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Feature Article: What Is Motivational Interviewing (MI)?
The Changing Times
Motivational Interviewing for Positive Behavior Change
This spring has been very busy for me, with many talks at conferences for a variety of organizations. My favorite was the New York State Dietetic Association conference in Albany, NY because I had the pleasure of sharing a booth at the Expo with Jean Caton of The Profitable Woman. Jean has been my business coach for the past year, and I have really learned a great deal from her.
If you’ve never hired a business coach, I highly recommend it! Jean is special in that she is an RD and has an MBA, plus experience in the corporate world. She has helped me in moving my training and consultation business forward in many ways, including hiring a virtual assistant, Janine Gregor of Your Virtual Wizard, who has revamped my website and my blog and is teaching me how to use social media for business. Jean has also coached me to focus on what’s important to me as I build my business and encourages me to enjoy myself in my work.
All of this has been a revelation to me and it was wonderful having a chance to work directly with Jean in New York.
What Is Motivational Interviewing (MI)?
This month and next, I will explore the basic definition of MI. It’s just 2 sentences long, but there are a lot of ideas packed into those two sentences.
The definition has been evolving over the past 15 years. Various members of MINT, the international professional organization of MI trainers, have been tinkering with the language to try to capture the many ideas in MI. Here’s a current working definition of MI that I really like:
Motivational Interviewing is a directive, person-centered counseling style for helping people to resolve ambivalence about change. MI couples an empathic listening style with powerful behavioral strategies to help our clients convince themselves that they ought to change.
MI is directive. When I start to talk about the “spirit” of MI, people sometimes think we spend most of our time building a relationship with our clients. “But you don’t understand. I have to GET them to change!” Don’t be fooled. Motivational Interviewing techniques are designed to move the process of change ahead in a positive direction.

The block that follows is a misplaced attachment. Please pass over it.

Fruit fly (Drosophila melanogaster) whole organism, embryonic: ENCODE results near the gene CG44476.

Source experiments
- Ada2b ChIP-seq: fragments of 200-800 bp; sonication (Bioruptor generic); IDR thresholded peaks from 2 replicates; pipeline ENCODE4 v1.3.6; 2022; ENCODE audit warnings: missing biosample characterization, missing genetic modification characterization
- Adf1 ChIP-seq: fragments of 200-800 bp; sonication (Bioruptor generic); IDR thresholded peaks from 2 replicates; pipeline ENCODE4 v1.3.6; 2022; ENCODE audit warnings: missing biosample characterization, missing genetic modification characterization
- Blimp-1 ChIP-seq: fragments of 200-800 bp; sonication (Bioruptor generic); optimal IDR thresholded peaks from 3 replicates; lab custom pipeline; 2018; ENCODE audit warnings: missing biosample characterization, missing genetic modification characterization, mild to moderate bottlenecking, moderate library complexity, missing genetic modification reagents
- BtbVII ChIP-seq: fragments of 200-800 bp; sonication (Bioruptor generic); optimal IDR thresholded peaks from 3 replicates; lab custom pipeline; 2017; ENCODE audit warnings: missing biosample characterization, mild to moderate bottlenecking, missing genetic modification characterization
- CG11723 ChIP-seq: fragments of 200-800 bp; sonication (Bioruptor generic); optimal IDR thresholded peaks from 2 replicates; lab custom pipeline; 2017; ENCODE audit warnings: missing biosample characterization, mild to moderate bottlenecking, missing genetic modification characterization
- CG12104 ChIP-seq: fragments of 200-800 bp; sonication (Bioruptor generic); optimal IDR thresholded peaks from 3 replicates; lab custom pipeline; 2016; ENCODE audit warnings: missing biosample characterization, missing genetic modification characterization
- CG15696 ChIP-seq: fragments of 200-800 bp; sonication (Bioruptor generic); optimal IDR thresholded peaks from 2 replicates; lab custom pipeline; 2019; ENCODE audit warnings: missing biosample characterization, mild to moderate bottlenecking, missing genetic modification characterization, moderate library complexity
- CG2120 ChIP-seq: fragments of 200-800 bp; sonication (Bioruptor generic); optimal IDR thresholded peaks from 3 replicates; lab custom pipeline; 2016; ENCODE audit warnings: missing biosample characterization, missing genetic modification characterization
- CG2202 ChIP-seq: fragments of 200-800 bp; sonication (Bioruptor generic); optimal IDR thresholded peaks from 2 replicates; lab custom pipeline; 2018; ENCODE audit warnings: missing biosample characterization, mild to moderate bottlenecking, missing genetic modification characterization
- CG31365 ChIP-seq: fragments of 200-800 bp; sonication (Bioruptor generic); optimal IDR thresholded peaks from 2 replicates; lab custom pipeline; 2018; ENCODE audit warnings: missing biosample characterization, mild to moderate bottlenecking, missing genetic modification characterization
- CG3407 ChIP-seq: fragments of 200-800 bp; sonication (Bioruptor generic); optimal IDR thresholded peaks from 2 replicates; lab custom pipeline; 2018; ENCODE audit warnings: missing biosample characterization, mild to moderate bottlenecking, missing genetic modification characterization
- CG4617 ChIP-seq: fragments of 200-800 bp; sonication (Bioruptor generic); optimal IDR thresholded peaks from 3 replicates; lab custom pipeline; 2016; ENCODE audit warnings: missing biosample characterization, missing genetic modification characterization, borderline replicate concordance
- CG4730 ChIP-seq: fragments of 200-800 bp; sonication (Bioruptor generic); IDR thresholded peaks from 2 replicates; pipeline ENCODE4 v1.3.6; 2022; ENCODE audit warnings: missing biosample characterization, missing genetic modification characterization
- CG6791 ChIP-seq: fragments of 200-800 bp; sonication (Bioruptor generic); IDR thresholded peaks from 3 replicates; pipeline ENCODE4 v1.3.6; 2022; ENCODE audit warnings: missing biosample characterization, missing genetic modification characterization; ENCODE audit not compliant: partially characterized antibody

MI is person-centered. We are always interested in the client’s point of view. Often clinicians get lost in the focus on changing outcomes such as blood pressure, blood sugar, cholesterol levels, body weight, etc. The changes in behavior necessary to influence these outcomes becomes the reason for talking to clients. We must remember that having this focus will not help the client move forward with change. We think of a “dual expertise” in MI. We are the experts in the best possible outcome, while the client is the expert in his or her own life.
MI is a counseling style. Many clinicians are taught the “top down” the “clinician is the expert and the client will be taught stuff” style, or the expert trap. The style of counseling used in MI collaborative. We are working together to achieve the best possible outcome. If you ever feel that you are wagging your finger at your patient, you are on the wrong track. Try a collaborative approach.
Our goal as MI practitioners is to help our client resolve ambivalence. In MI, we assume that all of us are ambivalent when faced with change, any change and that ambivalence is a normal part of the process. Our patients feel as we do about the change being proposed in the consultation with you. We aren’t looking to talk people out of feeling ambivalent, but to help them resolve that ambivalence in the direction of positive change. Ambivalence is good in that the person is considering change.
Next month: The MI Listening Style, MI’s powerful behavioral strategies and helping people convince themselves they ought to change.
You are welcome to use Dr. Glovsky's articles in any of your own publications provided you copy the following into the article: "Dr. Ellen Glovsky is a Registered Dietitian and Motivational Interviewing trainer. She is on the faculty of Northeastern University in Boston, MA, where she teaches courses in nutrition, public health and MI. Her website, newsletter, and blog are at Training With Dr. Ellen."
Ellen Glovsky, PhD, RD, LDN 2012. All rights reserved.